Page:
Alpha-linolenic acid intake was found to range from 0.7 grams per day to 1.5 grams per day. Women whose intake was in the top one-fifth of participants were discovered to have a 46 percent lower risk of dying from sudden cardiac death compared to those in the lowest fifth.  Their risk of dying from coronary heart disease was 21 percent lower.

Dr Christine M. Albert, MD, assistant professor of medicine at Harvard University Medical School, and the study's lead author, explained the team's findings: "In this study, we examined whether ALA was associated with a lower risk of dying from heart disease or sudden cardiac death, which is death resulting from an abrupt loss of heart function. Sudden cardiac death is usually the result of a fatal rhythm disturbance. So, if this fat were to prevent sudden cardiac death, it would support the hypothesis that these oils were preventing fatal arrhythmias.“

"A clinical trial that randomly assigns people to ALA supplements or to a diet high in ALA would be needed to know for sure that ALA lowers risk of coronary heart disease and sudden cardiac death," Dr Albert added.  

back to top

Featured Products
Our price:
  Pomegranate Juice Concentrate
Our price:
  Flaxseed Oil
Our price:

Benfotiamine - Calcium - Coral Calcium - Ester-C - Folic Acid - Silicon - Strontium - Vitamin A - Vitamin B6 - Vitamin B12 - Vitamin C - Vitamin D - Vitamin E - Vitamin K

5-HTP - 7-Keto DHEA - Acai - Acetyl L-Carnitine  - Ageless Face, Ageless Mind - AHCC - Albizzia - Alpha-Lipoic Acid and R-Lipoic Acid - Aronia from Chokeberry - Astaxanthin - Avemar - Bacopa - Beta Glucan - Bilberry - Bioperine - Butterbur - Cetyl Myristoleate (CMO) - Chlorella: Sun, Yaeyama - Cinnamon - CLA - Coconut Oil - CoEnzymeQ10 - Curcumin from Turmeric - DHA Neuromins - Digestive Enzymes - Echinacea - Epicor -FenugreekFrench Maritime Pine Tree Bark - Garlic - Ginkgo Biloba -Glucosamine & Chondroitin - Goji Berry - Goldenseal - Grape Seed Extract - Green Tea - Guggulow - Hoodia - Horse Chestnut - Human Growth Hormone (HGH) - Hyaluronic Acid - Hydrogen (H-): The Fuel of Life - IP-6 - Krill Oil - Kudzu - L-Arginine - L-CarnitineL-Carnosine - L-Methylfolate - L-Tyrosine - Lutein - Lycopene - Mangosteen - Milk Thistle - Modified Citrus Pectin (MCP) - MSM - Mushrooms - N-Acetyl Cysteine (NAC) - Nattokinase - Neptune Krill Oil - Oil of Oregano - Oligonol - Omega-3 - DHA, EPA - Pepsin GI - Phosphatidyl Serine (PS) - Pinolenic Acid - Policosanol - Pomegranate - Prevagen - Probiotics - Probiotic Bacillus Coagulans - Psyllium Fiber - PycnogenolQuercetin - Red Yeast Rice - ReloraResveratrol - Rhodiola Rosea - Ribose - SAM-e - Saw Palmetto - Shower Water Filter - St. John's Wort - Stevia - Sytrinol - Thymic Protein AUbiquinol - Valerian - Vinpocetine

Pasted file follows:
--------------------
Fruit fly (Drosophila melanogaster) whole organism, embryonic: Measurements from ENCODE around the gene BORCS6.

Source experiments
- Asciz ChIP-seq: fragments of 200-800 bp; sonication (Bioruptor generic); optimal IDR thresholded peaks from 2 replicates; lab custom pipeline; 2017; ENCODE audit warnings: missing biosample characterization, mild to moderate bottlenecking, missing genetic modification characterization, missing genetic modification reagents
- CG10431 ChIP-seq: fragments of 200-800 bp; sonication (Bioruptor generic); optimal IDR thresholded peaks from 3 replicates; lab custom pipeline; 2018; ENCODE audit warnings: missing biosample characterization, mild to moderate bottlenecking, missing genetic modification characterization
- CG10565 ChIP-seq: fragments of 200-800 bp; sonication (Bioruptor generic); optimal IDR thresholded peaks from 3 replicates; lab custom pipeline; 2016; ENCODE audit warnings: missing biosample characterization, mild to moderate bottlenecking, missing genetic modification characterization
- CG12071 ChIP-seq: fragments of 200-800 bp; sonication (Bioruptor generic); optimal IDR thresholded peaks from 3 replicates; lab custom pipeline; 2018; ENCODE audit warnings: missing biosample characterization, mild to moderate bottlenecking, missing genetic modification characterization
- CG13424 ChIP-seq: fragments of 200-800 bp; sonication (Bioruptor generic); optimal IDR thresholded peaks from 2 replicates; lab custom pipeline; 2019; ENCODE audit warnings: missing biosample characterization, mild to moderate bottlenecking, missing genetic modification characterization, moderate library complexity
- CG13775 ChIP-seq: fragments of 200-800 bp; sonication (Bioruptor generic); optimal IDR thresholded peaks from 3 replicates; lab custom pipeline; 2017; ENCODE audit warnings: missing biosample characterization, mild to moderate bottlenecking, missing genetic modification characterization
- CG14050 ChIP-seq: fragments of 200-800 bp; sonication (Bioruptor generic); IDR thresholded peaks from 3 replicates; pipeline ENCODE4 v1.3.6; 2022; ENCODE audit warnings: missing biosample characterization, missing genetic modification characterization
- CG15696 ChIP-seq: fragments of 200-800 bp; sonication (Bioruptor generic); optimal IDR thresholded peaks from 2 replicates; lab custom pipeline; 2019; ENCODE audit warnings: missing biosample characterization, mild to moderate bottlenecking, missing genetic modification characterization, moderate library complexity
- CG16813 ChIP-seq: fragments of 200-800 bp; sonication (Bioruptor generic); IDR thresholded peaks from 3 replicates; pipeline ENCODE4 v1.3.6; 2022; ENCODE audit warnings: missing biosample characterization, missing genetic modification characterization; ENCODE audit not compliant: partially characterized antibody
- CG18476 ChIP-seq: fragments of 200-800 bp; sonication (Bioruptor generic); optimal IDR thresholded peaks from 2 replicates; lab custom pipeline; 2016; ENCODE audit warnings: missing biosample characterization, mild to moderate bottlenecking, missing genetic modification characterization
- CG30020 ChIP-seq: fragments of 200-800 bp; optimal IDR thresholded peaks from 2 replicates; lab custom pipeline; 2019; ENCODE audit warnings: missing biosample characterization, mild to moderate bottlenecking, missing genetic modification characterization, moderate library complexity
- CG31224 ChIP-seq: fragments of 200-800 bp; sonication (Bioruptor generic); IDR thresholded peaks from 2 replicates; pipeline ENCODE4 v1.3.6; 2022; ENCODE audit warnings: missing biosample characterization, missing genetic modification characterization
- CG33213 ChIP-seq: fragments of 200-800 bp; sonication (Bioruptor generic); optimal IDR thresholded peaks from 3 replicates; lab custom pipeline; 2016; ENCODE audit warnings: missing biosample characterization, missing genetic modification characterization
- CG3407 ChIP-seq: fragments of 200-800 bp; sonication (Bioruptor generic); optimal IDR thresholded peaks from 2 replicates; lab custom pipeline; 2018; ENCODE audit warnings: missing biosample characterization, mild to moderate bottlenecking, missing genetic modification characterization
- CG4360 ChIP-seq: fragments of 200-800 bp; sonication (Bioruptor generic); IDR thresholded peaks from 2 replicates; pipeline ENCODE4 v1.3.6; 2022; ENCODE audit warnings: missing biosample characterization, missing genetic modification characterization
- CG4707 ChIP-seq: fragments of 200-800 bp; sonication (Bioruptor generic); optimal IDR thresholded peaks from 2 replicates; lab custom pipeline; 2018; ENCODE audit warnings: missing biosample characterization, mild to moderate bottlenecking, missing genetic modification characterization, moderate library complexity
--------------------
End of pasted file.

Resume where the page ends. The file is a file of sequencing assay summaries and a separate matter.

Age-Related Macular Degeneration - Air Pollution - Albizzia Helps Reduce Anxiety and Stress - Alzheimer Studies - Anxiety & Stress - Attentive Child - ADD, ADHD - Calorie Restriction Diet - Candida - Colon Cancer, Colitis, IBD - COX-2, Ibuprofen Side Effects, and Pain Management - Energy - Enzymes Support Digestion - Erectile Dysfunction - Gray Hair and Balding - Hair Growth and Male Pattern Baldness - Hearing - Homocysteine - Inflammation and Weight Loss - Immune - Life Force Multiple - Liver - Menopause - Men's Fertility - Mercury Cleansing - Milk Thistle and Liver Disease - Minor Pain and Inflammation - Omega-3 - Ultra Purity CO2 vs. Molecular Distillation - ORAC - Osteoporosis - Pain Relief - Parkinson's Disease CoenzymeQ10? - The Perricone Weight-Loss Diet - Relora Cortisol and Stress-Induced Eating - Senior's Health - Side Effects of Lipitor®, Zocor® and Statin Drugs  - The Sinatra Solution: for Heart Disease - Sinus and Allergy - St. John's Wort - Prozac® - Syndrome X - Tinnitus - Transitions for Menopause - Varicose Veins and Spider Veins  - The Wrinkle Cure for Youthful Skin

Home | Specials | Product Info | Old Health News | FAQs | About us | Blog | Links | Links2 | Links3 | Sitemap | Contact us
Alphabetic Product Listing | Products by Category | Links4 | Links5
TOLL FREE: 800-401-9186

View Cart

Terms of Use | Privacy Policy | Terms and Conditions of Sale | Disclaimer

Copyright © 2001-2010, Discount Herbs & Vitamins, Inc. All rights reserved.

These statements have not been evaluated by the Food and Drug Administration.
These products are not intended to diagnose, treat, cure, or prevent any disease.
Please consult a qualified medical practitioner for medical advice.